As always, because he knew everything mamish, we begin with Rashi who has not one, but two answers to reconcile the usage of both the singular and the plural. First, he tells us that both terms are accurate: frog and frogs are the same and stop hocking a chiynik (leave me or this alone). Pshat is azoy: only one frog emerged from the water (clearly an enormous frog, as it covered all of Mitzrayim). This one frog was then hit repeatedly did not die. Instead, of dying of its wounds or beating a retreat, it multiplied or reproduced spontaneously, “streaming forth swarms and swarms of frogs”. And taka, that’s how it was taught to us in yeshiva where the rebbe too, was proficient with his shtekin (staff or stick); one frog to begin the plague and many followed. Sadly, the Ois also recalls a certain rebbe whose snake also turned into a staff with which he also tired swallowing other smaller snakes. Shoin! Ober, Rashi admits that this idea is but based on a medrish and then offers a second interpretation based on the straightforward, more literal meaning of the text. He theorizes that it is linguistically acceptable to use the singular form when referring to the plural of certain species of animals, as in the case of “fish” or “sheep” in English. While this second explanation is rational and logical, it suffers from one major weakness: If the singular form of frog denotes the plural, why was the plural form used in the preceding verses? This problem seems to have been the reason Rashi offered the alternative Midrashic interpretation as well. And listen to this: the medrish Rashi cites is itself comprised of two opinions, but with a very important shift; let’s taka look.
Let’s learn a small shtikel in the heylige Gemora (Sanhedrin 67b) where we come across this most interesting discussion: Rebbe Akiva said that a single frog came out. It caused a swarm which spread throughout the entire land of Egypt. How? Via spontaneous reproduction, whatever that means, the frog spread throughout Mitzrayim. Hey, let’s not forget that RBSO was in charge and avada He did as He pleased. In any event, Rebbe Elozor ben Azarya said to him, “Akiva, what do you have to do with Aggadah [the non-legal part of the Heylige Toirah]? Cease your discourses [with Aggadah] and go to [the study of the intricacies of] Nega’im [the laws of the person afflicted with a skin disease known as tzara’as] and Oholos [the laws that concern impurity contracted by being under the same roof as a corpse]. And said Rebbe Elozor? There was one frog. How did once become many? It croaked [or: whistled] to them [the other frogs] and they came.” Ribbit!! Who was Rebbe Elozor ben Azarya? Shoin: we read about yearly in the hagodo at the seder; look him up.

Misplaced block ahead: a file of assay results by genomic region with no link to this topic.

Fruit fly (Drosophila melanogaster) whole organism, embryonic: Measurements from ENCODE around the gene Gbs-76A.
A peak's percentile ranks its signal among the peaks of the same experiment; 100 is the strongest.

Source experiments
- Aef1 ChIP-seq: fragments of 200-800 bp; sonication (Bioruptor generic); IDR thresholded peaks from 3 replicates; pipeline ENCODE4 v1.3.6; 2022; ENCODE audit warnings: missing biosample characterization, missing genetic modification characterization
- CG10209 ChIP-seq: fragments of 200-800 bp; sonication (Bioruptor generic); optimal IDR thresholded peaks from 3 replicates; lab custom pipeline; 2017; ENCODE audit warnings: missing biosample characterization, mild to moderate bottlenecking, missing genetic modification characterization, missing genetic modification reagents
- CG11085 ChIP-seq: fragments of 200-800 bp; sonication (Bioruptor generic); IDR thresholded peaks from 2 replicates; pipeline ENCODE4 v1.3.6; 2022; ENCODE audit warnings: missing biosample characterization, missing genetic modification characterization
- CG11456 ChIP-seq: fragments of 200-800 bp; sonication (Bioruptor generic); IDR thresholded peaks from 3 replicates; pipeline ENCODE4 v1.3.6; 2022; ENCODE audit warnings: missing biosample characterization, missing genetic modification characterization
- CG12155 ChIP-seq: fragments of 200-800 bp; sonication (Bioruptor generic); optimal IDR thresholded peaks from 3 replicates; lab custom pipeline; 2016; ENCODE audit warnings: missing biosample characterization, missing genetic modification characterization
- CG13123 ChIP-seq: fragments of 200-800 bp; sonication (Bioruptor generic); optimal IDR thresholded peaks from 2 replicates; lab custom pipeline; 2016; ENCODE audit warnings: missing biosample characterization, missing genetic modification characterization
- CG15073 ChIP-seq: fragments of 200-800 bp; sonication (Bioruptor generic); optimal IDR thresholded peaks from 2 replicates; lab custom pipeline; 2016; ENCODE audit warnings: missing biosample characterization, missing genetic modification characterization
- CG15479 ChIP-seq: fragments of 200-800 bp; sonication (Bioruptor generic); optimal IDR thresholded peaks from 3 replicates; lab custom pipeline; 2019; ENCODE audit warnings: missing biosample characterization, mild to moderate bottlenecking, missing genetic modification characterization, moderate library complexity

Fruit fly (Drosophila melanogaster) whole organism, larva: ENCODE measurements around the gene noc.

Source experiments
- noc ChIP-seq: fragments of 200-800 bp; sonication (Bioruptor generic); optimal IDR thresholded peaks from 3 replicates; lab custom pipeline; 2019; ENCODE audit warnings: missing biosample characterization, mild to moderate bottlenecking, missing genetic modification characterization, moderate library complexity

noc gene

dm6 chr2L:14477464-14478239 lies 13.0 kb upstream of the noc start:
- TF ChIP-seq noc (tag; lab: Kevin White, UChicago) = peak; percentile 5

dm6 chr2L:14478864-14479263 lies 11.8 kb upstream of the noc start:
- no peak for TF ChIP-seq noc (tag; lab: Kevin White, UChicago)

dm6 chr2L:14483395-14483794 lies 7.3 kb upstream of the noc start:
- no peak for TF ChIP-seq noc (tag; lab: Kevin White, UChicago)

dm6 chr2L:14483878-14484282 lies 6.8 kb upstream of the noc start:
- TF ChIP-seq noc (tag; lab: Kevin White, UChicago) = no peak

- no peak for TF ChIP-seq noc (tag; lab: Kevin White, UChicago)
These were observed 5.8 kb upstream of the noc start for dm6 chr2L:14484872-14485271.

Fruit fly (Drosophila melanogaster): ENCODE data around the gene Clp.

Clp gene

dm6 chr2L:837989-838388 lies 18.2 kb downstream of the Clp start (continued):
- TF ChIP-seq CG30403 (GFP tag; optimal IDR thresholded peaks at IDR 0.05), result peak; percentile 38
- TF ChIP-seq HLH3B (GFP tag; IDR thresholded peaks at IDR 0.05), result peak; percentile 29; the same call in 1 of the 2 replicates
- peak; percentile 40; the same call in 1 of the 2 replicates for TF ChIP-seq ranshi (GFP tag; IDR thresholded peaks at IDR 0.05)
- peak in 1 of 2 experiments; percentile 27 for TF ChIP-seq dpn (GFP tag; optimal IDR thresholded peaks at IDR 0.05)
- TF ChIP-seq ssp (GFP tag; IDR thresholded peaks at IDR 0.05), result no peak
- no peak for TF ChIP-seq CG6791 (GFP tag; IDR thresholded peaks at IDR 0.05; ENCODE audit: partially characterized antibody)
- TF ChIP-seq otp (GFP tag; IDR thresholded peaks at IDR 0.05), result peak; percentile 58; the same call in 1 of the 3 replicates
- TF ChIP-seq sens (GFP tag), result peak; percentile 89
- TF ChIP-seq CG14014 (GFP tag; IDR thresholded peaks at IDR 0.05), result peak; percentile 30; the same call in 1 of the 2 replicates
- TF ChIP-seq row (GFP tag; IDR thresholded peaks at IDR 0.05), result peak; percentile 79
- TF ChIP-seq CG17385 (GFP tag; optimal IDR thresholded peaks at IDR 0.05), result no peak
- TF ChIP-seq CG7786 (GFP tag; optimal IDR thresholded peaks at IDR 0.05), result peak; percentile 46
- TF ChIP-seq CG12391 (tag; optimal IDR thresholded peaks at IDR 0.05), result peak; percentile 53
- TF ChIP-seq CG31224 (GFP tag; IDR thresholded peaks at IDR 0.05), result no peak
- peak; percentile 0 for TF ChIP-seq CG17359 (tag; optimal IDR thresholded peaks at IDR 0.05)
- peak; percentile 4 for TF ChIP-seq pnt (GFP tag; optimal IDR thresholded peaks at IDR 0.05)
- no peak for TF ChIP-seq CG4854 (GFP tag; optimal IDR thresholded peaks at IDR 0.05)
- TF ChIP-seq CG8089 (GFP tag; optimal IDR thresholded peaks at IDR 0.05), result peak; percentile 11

Ober, here comes another question: we just read how Rebbe Elozor ben Azarya chastised Rebbe Akiva, saying “What business have you with Haggadah?” logic would dictate that he did not at all agree with his view of the one frog. He goes on to tell Rebbe Akiva to redirect his intellectual efforts to matters of clear-cut halachic inquiry. Ober, and much to the Ois’s surprise, along comes Rebbe Elozor and offers an opinion quite similar to that of Rebbe Akiva: there was one frog; what then was the difference between them? Said Rebbe Akiva that one frog became many when the Mitzrim clubbed it repeatedly and says Rebbe Elozor that one frog became many when it called or croaked to its friends to come help. The bottom line: both must have kidding around.
Ober we still have questions: Ershtens (firstly), why did the plague come in this fashion, where one frog caused a multitude of frogs to afflict the Mitzrim, whether they came one way or the other? Second, what is the real crux of the machloikes (dispute) between Rebbe’s Akiva and Elozor ben Azarya? Does it really make a difference whether they spawned from the first frog or were gathered together -gangland style- after being joined from its friends? Either way, the plague consisted of frogs and is so called in the heylige Toirah and yearly at our sedorim. Third, what did Rebbe Elozor ben Azarya mean when he told Rebbe Akiva to devote himself to studying the tractates Nega’im and Oholos? Says Rashi, Rebbe Elazar ben Azarya meant that since Aggadah was not Rebbe Akiva’s Talmudic specialty, he should occupy himself with the intricacies and complexities of Jewish law in those two tractates. Or, efsher he meant that since the Aggadah (side stories consisting of magical, creative, colorful, fanciful and other such terminology) are not halachic in nature, and therefore Rebbe Akiva should stop wasting his time with these ‘buba mysehs.’ Of course, whether the aggadic-based stories are 100% emes, or but there to teach us various other lessons, is hotly debated among many sages including the heylige Ois who covers that topic kimat weekly. Did Rebbe Elozor mean to imply a deeper message to Rebbe Akiva? Ver veyst?!
As an aside, there is also a well-known version of this Midrash the Ois has heard but has yet to find and in that version the one master frog produced new frogs from its mouth. Shoin! The bottom line: whatever took place was zicher a miracle and avada the RBSO did not share with us just how it was executed. Ober shteltl zich di shaylo azoy (the question arises), azoy: Once the Mitzrim saw that the more they hit the giant frog, the more it spewed out little frogs, why didn’t they just stop hitting the frog? That would only make sense; a pragmatic strategy. They could have saved themselves a lot of grief. Were they but stupid goyim? The bottom line: it’s but human nature! The angrier we get, the more we lash out, even if this results in the object of our anger responding towards us with greater fury. Married men know this with certainty. Shoin. So the Mitzrim struck the great frog in their anger and it spewed out little frogs. And this made the Mitzrim angrier and they struck the frog more. And more little frogs spewed out. And the Mitzrim boiled in fury and struck the frog more and more! Ober is that the only pshat?
Says Rabbi Yochanan Zweig azoy: the frogs taka multiplied as a direct response to the Egyptians’ evil acts of hitting the frogs, demonstrating that there are consequences to their choices and actions. It was their cruel treatment of the Israelites and the excessive hardships imposed upon them that precisely precipitated this punishment.
Do all agree that the plague began with but one giant frog who then spewed out thousands? And if that’s taka pshat, that it all began with one giant frog, how big was this frog according to the Midrash? Was it as big as a fully grown person? And the bottom line: though Rashi and others (Shmois 8:2; Midrash Tanchuma Shemos, 14; and the heylige Gemora Sanhedrin 67b) all discuss this one frog theory, none of them give an exact size. Why not? We can kler that size was not important for the lesson this miracle was sent to demonstrate. Bottom line: size, if you chap, does not seemingly always matter!